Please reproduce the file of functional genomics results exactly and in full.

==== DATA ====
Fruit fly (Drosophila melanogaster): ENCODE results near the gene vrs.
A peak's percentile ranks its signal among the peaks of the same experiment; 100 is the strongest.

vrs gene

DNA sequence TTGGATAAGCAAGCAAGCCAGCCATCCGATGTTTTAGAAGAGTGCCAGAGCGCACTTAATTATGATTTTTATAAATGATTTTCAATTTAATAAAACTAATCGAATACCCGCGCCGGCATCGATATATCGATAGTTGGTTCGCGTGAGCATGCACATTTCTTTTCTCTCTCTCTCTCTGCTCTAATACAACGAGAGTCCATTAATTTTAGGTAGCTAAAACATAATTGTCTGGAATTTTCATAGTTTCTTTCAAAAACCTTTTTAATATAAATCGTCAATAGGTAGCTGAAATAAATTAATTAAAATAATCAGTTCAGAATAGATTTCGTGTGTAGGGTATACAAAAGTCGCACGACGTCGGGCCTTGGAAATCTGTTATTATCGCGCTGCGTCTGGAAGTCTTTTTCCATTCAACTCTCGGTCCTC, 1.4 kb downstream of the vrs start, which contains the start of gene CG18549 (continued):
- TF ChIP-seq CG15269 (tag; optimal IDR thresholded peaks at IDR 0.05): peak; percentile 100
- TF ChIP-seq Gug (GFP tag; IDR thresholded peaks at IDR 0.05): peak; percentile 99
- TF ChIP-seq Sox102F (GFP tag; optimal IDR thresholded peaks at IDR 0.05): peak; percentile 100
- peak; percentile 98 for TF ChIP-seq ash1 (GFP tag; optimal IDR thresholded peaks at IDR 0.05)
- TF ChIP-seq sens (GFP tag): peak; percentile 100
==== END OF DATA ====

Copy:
Fruit fly (Drosophila melanogaster): ENCODE results near the gene vrs.
A peak's percentile ranks its signal among the peaks of the same experiment; 100 is the strongest.

vrs gene

DNA sequence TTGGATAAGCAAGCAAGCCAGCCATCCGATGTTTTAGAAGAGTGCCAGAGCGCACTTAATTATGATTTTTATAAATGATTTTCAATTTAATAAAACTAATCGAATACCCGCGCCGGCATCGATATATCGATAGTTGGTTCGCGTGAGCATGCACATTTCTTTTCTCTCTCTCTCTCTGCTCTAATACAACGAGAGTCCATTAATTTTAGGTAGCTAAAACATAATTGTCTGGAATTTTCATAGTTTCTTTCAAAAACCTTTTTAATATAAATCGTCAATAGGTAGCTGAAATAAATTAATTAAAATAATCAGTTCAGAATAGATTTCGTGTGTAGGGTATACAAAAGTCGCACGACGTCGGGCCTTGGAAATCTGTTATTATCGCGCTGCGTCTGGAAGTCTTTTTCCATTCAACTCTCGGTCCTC, 1.4 kb downstream of the vrs start, which contains the start of gene CG18549 (continued):
- TF ChIP-seq CG15269 (tag; optimal IDR thresholded peaks at IDR 0.05): peak; percentile 100
- TF ChIP-seq Gug (GFP tag; IDR thresholded peaks at IDR 0.05): peak; percentile 99
- TF ChIP-seq Sox102F (GFP tag; optimal IDR thresholded peaks at IDR 0.05): peak; percentile 100
- peak; percentile 98 for TF ChIP-seq ash1 (GFP tag; optimal IDR thresholded peaks at IDR 0.05)
- TF ChIP-seq sens (GFP tag): peak; percentile 100